When looking at it from the perspective of the writer, ALL contracts are BAD contracts in that they are HEAVILIY weighted toward the publisher.
Now, that’s not to say it’s not worth signing them. Heck, I have 3 contracts with two different big-five publishers and 2 contracts with 2 different small presses.
And yes, a contract that required a copyright to be turned over is both bad and outside of industry standard, so it would be worse than most. And yes an IP attorney would tell you to get that changed or don’t sign.
But your notion of “help get favorable terms for the writer.” Really doesn’t exist - with an IP or without. The publishers walk in lock step and because they do, the writers have VERY little bargaining power, and the contracts WILL BE more beneficial to the publisher than the author, and no agent or IP attorney (no matter how good they are) can change that dynamic.
Again…that doesn’t mean that you shouldn’t sign. And it certainly doesn’t mean that you should sign anything you don’t fully understand, but there is no such thing as a “good contract.” There are just things you are willing to live with (in which case you should sign) or things you can’t abide, in which you must walk away.
When they reject a novel it is because one (or more) of those requirements were not met.
Yes, many do think in these terms.
I’m not familiar with “the next writer’s/publisher’s guide” that you are referring to. Are you talking about the publisher’s catalogs that indicate what books are releasing in the next season? If so, then I’d say that it rarely influences most agents as anyone looking at those titles is about 18 months - 24 months behind the curve before they can find and get a similar book on the market.
Wow, so there has been no fiction published in the last 20 years? I wasn’t aware of that change in the industry. If you are hearing “We don’t take fiction.” That just means you queried the wrong agents. There are thousands of agents that DO represent fiction. You were just putting your pole in the wrong lake.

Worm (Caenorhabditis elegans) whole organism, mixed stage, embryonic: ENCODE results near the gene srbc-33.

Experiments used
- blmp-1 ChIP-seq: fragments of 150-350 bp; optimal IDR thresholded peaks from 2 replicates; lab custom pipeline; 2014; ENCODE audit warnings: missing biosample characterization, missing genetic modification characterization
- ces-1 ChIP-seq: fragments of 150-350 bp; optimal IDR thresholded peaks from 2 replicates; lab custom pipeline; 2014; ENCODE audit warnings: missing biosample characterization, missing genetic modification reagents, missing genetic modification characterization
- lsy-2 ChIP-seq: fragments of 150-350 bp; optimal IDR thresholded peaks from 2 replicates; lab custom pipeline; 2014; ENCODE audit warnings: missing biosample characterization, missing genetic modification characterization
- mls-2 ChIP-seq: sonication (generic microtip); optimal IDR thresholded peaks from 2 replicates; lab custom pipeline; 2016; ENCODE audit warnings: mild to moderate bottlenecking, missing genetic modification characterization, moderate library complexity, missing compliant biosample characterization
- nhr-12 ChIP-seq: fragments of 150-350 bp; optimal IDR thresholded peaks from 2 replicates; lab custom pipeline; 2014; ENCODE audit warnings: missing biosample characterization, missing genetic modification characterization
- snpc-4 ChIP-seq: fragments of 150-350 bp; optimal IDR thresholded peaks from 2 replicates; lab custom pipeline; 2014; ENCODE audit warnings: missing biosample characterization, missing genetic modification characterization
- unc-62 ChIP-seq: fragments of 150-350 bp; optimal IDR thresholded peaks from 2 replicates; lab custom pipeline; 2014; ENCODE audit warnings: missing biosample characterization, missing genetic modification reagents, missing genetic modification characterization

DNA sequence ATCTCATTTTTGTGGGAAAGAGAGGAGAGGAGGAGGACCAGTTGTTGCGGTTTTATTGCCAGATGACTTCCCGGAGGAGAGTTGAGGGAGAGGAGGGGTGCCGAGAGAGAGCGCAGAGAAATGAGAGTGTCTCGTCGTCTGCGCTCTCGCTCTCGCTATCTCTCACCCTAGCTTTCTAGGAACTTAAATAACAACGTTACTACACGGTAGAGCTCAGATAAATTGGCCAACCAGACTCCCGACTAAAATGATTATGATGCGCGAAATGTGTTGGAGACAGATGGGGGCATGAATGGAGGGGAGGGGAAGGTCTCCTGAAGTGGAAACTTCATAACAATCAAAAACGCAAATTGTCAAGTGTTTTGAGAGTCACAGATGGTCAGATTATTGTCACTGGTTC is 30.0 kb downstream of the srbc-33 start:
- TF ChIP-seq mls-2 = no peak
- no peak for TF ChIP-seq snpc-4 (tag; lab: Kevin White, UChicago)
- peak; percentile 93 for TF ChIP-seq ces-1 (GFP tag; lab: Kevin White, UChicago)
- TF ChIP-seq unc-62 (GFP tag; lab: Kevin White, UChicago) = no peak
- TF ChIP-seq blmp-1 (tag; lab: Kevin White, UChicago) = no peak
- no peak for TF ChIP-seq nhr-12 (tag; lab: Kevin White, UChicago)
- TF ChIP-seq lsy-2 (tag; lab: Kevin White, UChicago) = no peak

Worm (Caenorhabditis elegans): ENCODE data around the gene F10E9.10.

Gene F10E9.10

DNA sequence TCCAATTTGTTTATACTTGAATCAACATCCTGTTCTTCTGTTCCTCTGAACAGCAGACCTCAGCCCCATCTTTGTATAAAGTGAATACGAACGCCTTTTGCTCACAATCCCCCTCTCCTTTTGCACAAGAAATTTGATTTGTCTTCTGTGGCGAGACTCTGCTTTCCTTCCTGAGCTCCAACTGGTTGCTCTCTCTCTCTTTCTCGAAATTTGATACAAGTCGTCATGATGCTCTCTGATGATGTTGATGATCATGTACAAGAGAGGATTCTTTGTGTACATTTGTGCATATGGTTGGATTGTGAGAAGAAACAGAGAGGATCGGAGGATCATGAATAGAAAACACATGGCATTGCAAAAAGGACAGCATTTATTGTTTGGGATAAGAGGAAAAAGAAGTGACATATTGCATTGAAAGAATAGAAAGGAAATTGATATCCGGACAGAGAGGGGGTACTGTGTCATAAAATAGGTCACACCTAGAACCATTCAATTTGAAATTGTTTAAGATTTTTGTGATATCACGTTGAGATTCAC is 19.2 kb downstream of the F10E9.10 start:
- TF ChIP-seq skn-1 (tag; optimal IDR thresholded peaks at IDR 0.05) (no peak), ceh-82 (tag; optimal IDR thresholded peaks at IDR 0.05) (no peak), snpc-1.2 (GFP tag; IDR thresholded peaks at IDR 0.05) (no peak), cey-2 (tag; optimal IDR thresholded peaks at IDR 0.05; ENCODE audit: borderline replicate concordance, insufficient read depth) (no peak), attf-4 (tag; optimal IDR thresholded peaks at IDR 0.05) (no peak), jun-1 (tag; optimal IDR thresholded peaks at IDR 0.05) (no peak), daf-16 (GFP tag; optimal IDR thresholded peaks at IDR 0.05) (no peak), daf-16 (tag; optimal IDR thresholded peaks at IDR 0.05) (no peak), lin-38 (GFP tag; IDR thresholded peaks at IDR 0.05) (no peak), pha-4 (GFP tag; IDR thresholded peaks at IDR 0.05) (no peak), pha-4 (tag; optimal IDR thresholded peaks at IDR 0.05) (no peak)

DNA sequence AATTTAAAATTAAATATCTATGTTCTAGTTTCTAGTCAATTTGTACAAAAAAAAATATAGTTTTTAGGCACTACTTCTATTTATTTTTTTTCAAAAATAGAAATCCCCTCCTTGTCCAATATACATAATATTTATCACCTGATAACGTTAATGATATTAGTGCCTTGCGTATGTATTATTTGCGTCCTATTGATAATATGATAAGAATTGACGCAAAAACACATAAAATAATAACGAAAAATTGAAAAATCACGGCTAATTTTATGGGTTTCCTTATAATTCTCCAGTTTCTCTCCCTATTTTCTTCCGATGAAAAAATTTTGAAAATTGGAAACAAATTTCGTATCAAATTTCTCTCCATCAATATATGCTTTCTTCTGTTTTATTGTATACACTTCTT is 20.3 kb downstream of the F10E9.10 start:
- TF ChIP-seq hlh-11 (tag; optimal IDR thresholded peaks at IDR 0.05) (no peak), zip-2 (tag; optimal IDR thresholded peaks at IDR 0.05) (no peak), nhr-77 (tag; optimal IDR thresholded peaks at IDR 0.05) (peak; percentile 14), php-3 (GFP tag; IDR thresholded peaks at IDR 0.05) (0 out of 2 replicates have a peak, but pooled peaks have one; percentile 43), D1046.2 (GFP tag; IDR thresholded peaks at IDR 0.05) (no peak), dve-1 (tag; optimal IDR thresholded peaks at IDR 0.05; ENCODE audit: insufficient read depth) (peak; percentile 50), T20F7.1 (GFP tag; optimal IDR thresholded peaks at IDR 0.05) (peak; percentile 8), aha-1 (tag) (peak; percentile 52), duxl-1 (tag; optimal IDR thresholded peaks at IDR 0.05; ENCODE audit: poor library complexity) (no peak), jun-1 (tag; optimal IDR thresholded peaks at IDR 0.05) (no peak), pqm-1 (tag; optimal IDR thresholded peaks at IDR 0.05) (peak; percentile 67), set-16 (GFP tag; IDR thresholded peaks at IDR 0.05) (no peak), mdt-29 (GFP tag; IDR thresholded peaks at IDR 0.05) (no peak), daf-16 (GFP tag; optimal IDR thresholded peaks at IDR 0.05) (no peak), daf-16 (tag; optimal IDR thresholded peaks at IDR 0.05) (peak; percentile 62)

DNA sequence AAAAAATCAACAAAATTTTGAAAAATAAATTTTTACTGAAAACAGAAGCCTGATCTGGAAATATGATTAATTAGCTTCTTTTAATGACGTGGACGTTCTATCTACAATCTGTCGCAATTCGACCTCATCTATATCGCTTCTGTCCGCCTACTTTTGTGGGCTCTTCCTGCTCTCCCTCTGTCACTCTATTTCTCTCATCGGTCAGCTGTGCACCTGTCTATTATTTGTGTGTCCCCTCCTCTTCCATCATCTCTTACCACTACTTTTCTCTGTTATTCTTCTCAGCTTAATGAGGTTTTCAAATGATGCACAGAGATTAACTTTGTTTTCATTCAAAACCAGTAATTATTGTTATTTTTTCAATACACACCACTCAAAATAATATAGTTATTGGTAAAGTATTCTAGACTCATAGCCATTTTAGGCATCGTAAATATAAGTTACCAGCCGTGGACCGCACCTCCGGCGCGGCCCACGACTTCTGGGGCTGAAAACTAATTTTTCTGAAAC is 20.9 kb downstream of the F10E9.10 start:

When you look at whom? The agents? Because they don’t publish anything. Now it may be that an agency has some agents that represent fiction and some that do exclusively non-fiction. My guess is you sent your query to the wrong contact.
Well, that is yet to be seen, now isn’t it. First you need to get something out there, and then we’ll see if any are sold.
I have plenty of “beefs” with the industry. But in general being “lied to” is not one of them. (I’ve only had that happen once) – and it could be that my editor was just not informed about something that was happening at a level above them. So, no, after 10 years in the industry, I’ll say that “lying” isn’t rampant.
Many times what an agent is interested in…or think will sell…is NOT aligned with the publishers. So, yes, they can represent a book and yet not get it placed. This isn’t all that uncommon. It doesn’t mean they lied to anyone, it’s just that they thought something has potential, and couldn’t find a good match for it.
A 70% rejection rate would be INCREDIBLY low. Most agents reject about 95%-99% of the queries they receive.
As a risk-taker, I have no objection to your statement, but the industry DOES take risks, all the time in fact. It’s why 80% of the books that are published fail to earn out. It’s because only 20% of the books they took a risk on panned out.
I think that many people go into publishing with romanticized ideals about what to expect. One author friend of mine expected to quit his day job after the release of his first book. That RARELY happens. Most authors have to release 5 - 9 books to be in a position to earn a full-time wage (and that’s if a good number of those are earning well). So, a BIG PART of the problem is unrealistic high expectations. The best thing new authors can do is educate themselves on what is REASONABLE to expect. And that generally means about $5,000 - $10,000 income over the life of a book.
Both Twilight and 50 Shades of Grey bootstrapped a TON of new titles for the publishers. It’s successes like that which provide the cushion to try other works that may be a greater risk.